A draw did few favours to either side, although for Blackburn Rovers there was a triple whammy. Not only did they miss a host of chances and slip back into the bottom three, but they also had substitute David Thompson dismissed. He received two yellow cards after coming on with just 19 minutes to go - for a reckless tackle and a silly bout of shoving with Fitz Hall at a mêlée as the match degenerated into chaotic frustration in the dying moments.
The touchline annoyance of his manager, Mark Hughes, was palpable even if he bottled it well afterwards in talking down the red card - "nothing in it" - and talking up the clean sheet. Indeed, between them, neither Blackburn nor Palace have been involved in a goalless draw for almost 100 matches. "That tells its own story," Hughes said. The last time these sides met he was on the pitch, and Blackburn won. Hughes in his pomp surely would not have spurned the opportunities lost yesterday.
For Palace there was little comfort. This was collectively their most listless performance for some time and but for the excellence of goalkeeper Gabor Kiraly - who made four vital first-half saves - they would have lost at home for the third successive Premiership match. At least the man in the pyjamas - or so the Hungarian's "lucky" baggy grey attire appears - was not asleep. "He played very well," acknowledged his manager, Iain Dowie. And the rest of his team? "We did not get anywhere near the level we are capable of." They were "edgy and nervous" and simply "not good enough". It's now almost five hours since they scored a goal. "It will be another five hours if we play like that," lamented Dowie.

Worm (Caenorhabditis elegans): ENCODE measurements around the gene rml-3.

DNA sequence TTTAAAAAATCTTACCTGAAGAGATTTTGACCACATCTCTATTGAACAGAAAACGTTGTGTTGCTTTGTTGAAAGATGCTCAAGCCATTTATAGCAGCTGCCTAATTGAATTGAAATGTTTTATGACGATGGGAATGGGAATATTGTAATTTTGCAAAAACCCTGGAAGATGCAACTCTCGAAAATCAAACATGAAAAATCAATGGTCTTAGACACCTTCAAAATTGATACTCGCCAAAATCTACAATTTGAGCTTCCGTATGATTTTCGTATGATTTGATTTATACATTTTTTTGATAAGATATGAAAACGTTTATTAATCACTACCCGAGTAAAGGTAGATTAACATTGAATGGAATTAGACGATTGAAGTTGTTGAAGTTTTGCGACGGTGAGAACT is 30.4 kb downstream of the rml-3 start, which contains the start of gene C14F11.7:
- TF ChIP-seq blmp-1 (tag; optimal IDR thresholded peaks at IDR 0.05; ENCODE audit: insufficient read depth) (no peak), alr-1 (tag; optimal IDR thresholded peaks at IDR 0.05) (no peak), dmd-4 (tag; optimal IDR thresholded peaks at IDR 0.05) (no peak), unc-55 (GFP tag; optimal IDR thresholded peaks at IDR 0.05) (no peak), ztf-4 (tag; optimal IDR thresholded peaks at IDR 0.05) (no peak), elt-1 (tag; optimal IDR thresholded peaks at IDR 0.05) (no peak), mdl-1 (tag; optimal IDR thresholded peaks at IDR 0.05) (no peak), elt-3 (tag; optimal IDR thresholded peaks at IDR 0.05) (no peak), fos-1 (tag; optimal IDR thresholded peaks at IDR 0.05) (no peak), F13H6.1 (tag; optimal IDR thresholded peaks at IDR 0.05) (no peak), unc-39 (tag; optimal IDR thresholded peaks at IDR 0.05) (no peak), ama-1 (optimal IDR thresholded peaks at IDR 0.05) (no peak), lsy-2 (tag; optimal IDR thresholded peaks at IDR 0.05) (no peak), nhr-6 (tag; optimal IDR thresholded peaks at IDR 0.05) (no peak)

More work will be done on the training ground, but it may be the transfer window which will test Dowie the most. It will be interesting to see what funds he can prise from his chairman, Simon Jordan, to bolster the remarkable work he has done - especially as Dowie professed himself "flattered" to be linked to the managerial vacancy at Portsmouth. Good coaches, or so they say, "squeeze the lemons". For Dowie the pips are squeaking right now. He needs reinforcements and not least for the redoubtable Andy Johnson on whose shoulders his team's hopes rest.
He actually came closest to scoring with a low drive in the second half, which Brad Friedel turned onto a post, and also provided the cross from which substitute Vassilis Lakis contrived to mistime a free header. But, as Dowie readily admitted, the momentum remained with the visitors. Indeed, there was an impressive balance to Hughes' side who have now lost just one in their last seven. Unfortunately that also includes just one win. For all their defensive rigour and midfield guile they lack an edge.
The chances flowed. Dickov - abrasive as ever - cleverly won a free-kick which Jay Bothroyd drove and Kiraly held well. The goalkeeper did even better on 30 minutes when Dickov collected Bothroyd's header down. As he hesitated, Kiraly spread himself and blocked with his legs. Dickov then clipped a pass for Lucas Neill, but Kiraly was alert to cover. Nevertheless, the ball broke to Bothroyd but, once more, the goalkeeper blocked. He then produced his finest stop on half-time when turning away Craig Short's volley from Brett Emerton's corner.
Palace changed formation, introduced another striker, and edged back. But Blackburn still created. Barry Ferguson shot into the side-netting, Dickov guided a free header over and Kiraly denied Emerton before the game descended into a flurry of cards. "In the cold light of day we need to convert draws into wins," said Hughes. Dowie will also be shivering this morning.